Report: “How Mitt Romney lost Latinos”
It’s a tough headline for Mitt Romney and Republicans hoping to reverse the party’s fortunes with Latino voters. (Screenshot: Politico)
A Politico report published Wednesday contains a headline Mitt Romney didn’t want heading into the Puerto Rico primary: “How Mitt Romney lost Latinos.”
The piece sums up Romney’s missteps when it comes to courting Latino voters, the nation’s fastest-growing voting bloc, and how it could prove decisive in November’s presidential election, should he become the nominee.
Here’s the top of Politico’s story:
Republicans had high hopes of eroding President Barack Obama’s dominance among Hispanic voters in 2012 — so great was Latino frustration with Obama’s tough deportation policy and his failure to fulfill the promesa of immigration reform.
Instead, with eight months to go before Election Day, Obama is on pace to match the 76 percent support he got from Latino voters in 2008 — and the GOP may be undoing a decade of work to attract Hispanics, thanks to its election-year rhetorical sprint to the right on immigration, a charge led by front-runner Mitt Romney.
Romney — who needs to bolster his support among tea-party conservatives — hasn’t merely embraced the controversial Alabama and Arizona immigration laws, as most in his party have. He’s sought the advice of the controversial co-author of the bills, Kansas Secretary of State Kris Kobach, who consults with the campaign as an unpaid adviser and whose endorsement has been touted in conservative primary states such as South Carolina and Arizona.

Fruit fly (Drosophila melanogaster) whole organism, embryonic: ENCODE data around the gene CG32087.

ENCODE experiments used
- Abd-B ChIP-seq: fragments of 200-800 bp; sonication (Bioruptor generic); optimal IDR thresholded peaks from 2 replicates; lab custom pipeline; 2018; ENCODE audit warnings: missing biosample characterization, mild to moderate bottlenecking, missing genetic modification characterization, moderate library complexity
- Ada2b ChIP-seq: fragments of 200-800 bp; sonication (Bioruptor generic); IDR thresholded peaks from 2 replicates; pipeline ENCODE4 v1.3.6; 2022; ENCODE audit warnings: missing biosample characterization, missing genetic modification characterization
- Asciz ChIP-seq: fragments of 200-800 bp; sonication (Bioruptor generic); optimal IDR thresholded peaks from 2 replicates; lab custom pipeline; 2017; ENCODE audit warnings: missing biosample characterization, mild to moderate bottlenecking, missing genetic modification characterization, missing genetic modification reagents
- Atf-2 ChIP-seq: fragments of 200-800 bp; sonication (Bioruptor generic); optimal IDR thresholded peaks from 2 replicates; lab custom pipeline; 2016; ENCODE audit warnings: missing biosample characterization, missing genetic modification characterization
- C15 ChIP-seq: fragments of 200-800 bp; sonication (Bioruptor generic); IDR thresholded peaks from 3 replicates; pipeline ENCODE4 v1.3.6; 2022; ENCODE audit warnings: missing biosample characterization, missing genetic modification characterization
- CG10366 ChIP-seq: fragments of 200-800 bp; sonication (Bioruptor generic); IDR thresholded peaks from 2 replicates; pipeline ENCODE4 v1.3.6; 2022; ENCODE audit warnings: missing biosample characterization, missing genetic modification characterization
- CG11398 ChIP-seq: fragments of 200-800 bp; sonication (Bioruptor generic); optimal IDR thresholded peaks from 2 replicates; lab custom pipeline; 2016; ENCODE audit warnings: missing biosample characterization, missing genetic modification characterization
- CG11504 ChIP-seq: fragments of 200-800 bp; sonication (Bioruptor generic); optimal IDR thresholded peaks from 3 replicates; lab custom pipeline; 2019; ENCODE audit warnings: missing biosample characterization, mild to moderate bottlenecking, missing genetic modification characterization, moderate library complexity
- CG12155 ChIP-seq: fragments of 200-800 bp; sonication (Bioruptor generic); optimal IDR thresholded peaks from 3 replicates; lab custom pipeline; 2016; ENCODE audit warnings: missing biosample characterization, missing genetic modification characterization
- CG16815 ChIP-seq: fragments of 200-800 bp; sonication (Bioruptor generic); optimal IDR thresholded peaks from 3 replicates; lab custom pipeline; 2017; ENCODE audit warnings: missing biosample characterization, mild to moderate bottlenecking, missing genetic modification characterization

More important, Romney has publicly espoused Kobach’s polarizing philosophy of “self-deportation,” the idea of making life so inhospitable to illegal immigrants they’ll flee rather than face legal proceedings.
The report details Kobach’s recent wide-ranging interview with Univision and how it shined light on the suspicion with which many Latinos view him:
It’s no surprise that Kobach’s ascent has been closely followed — with relish — by Obama’s campaign, which had faced a tough path to exceeding his 2008 support in states such as Colorado, New Mexico, Nevada and even North Carolina to offset the anticipated loss of white voters.
In a recent interview with Kobach — a Yale Law graduate who seems to genuinely enjoy the give-and-take of the immigration debate — a Univision reporter raised a core objection to the laws: Innocent people can be hassled by law enforcement because they look like illegal immigrants.
“Part of the problem might be that a person like you would have no problem. A person like me may have to prove all the time that we’re here legally,” Luis Megid told Kobach. “And that creates an uncomfortable feeling.”
Kobach is polite but unapologetic. He told POLITICO he opposes profiling and accused opponents of the law of secretly advocating “open borders.”
And in a sign of President Obama’s confidence of winning over Latinos, Politico republished the president’s now-famous quote about the Republicans’ self-inflicted wounds with Latino voters:
“We may just run clips of the Republican debates verbatim. We won’t even comment on them,” Obama told a gathering of Latino journalists earlier this year. “We’ll just run those in a loop on Univision and Telemundo, and people can make up their own minds.”
Romney adviser Alberto Martinez criticized the report on Twitter, saying it was an attempt by Democrats to distract from faults Latinos see in Obama’s record.